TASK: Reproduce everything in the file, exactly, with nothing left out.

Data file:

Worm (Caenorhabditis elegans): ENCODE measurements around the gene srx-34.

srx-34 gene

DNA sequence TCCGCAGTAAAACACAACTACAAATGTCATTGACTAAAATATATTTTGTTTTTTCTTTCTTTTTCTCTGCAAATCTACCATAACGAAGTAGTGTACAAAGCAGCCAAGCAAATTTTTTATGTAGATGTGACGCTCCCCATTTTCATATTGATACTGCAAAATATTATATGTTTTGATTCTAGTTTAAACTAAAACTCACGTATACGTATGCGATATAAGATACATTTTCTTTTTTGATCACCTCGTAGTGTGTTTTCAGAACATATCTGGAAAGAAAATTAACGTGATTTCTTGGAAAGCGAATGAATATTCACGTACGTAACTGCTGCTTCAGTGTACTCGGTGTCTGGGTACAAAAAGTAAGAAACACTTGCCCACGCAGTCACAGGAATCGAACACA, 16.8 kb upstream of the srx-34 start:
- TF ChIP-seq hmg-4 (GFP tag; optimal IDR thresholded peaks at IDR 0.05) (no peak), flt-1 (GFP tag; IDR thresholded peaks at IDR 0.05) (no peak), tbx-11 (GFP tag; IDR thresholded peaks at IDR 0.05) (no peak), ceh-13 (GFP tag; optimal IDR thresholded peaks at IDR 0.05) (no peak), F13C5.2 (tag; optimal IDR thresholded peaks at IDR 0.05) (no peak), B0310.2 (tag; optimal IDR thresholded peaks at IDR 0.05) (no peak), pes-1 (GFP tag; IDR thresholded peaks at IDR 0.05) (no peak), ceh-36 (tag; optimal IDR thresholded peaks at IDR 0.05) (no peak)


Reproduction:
Worm (Caenorhabditis elegans): ENCODE measurements around the gene srx-34.

srx-34 gene

DNA sequence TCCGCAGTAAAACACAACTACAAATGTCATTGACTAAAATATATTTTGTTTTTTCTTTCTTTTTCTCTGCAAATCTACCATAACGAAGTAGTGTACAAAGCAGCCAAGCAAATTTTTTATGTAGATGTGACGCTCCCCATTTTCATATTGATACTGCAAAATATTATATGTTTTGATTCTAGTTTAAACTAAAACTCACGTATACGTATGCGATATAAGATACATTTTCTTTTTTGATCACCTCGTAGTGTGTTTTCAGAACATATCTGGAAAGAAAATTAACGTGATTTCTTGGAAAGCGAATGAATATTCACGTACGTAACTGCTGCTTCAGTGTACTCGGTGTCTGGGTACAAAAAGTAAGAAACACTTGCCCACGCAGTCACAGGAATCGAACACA, 16.8 kb upstream of the srx-34 start:
- TF ChIP-seq hmg-4 (GFP tag; optimal IDR thresholded peaks at IDR 0.05) (no peak), flt-1 (GFP tag; IDR thresholded peaks at IDR 0.05) (no peak), tbx-11 (GFP tag; IDR thresholded peaks at IDR 0.05) (no peak), ceh-13 (GFP tag; optimal IDR thresholded peaks at IDR 0.05) (no peak), F13C5.2 (tag; optimal IDR thresholded peaks at IDR 0.05) (no peak), B0310.2 (tag; optimal IDR thresholded peaks at IDR 0.05) (no peak), pes-1 (GFP tag; IDR thresholded peaks at IDR 0.05) (no peak), ceh-36 (tag; optimal IDR thresholded peaks at IDR 0.05) (no peak)